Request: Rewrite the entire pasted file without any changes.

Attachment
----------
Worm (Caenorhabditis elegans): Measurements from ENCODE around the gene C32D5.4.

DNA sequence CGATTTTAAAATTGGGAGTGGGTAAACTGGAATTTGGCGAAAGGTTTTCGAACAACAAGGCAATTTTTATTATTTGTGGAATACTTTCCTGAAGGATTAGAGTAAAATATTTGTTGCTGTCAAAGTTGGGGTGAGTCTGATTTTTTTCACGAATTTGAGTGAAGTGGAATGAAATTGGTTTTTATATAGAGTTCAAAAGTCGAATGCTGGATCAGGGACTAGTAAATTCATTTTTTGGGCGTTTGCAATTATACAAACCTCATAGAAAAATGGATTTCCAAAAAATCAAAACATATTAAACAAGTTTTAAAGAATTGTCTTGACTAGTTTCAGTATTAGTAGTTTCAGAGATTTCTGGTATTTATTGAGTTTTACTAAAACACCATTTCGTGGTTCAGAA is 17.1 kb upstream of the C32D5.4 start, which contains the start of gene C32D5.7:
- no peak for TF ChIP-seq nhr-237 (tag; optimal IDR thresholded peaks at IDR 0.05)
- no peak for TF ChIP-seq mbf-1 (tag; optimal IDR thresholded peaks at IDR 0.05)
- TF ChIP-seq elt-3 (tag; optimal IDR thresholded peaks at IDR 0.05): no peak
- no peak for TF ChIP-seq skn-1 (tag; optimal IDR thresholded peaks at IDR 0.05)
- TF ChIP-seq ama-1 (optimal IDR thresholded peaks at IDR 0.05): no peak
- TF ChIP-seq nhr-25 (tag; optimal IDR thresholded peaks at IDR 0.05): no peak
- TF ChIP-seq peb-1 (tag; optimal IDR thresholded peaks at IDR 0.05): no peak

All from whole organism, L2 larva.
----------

Worm (Caenorhabditis elegans): Measurements from ENCODE around the gene C32D5.4.

DNA sequence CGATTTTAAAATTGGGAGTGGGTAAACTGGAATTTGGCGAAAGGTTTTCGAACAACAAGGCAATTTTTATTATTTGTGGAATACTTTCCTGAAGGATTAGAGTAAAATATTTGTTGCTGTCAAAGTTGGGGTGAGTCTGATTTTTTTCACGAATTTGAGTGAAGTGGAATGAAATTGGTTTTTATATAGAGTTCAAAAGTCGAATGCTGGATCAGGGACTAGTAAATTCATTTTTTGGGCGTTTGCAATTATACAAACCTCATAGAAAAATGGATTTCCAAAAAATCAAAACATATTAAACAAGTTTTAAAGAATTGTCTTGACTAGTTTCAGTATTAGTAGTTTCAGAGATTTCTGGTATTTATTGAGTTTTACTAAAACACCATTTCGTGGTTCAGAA is 17.1 kb upstream of the C32D5.4 start, which contains the start of gene C32D5.7:
- no peak for TF ChIP-seq nhr-237 (tag; optimal IDR thresholded peaks at IDR 0.05)
- no peak for TF ChIP-seq mbf-1 (tag; optimal IDR thresholded peaks at IDR 0.05)
- TF ChIP-seq elt-3 (tag; optimal IDR thresholded peaks at IDR 0.05): no peak
- no peak for TF ChIP-seq skn-1 (tag; optimal IDR thresholded peaks at IDR 0.05)
- TF ChIP-seq ama-1 (optimal IDR thresholded peaks at IDR 0.05): no peak
- TF ChIP-seq nhr-25 (tag; optimal IDR thresholded peaks at IDR 0.05): no peak
- TF ChIP-seq peb-1 (tag; optimal IDR thresholded peaks at IDR 0.05): no peak

All from whole organism, L2 larva.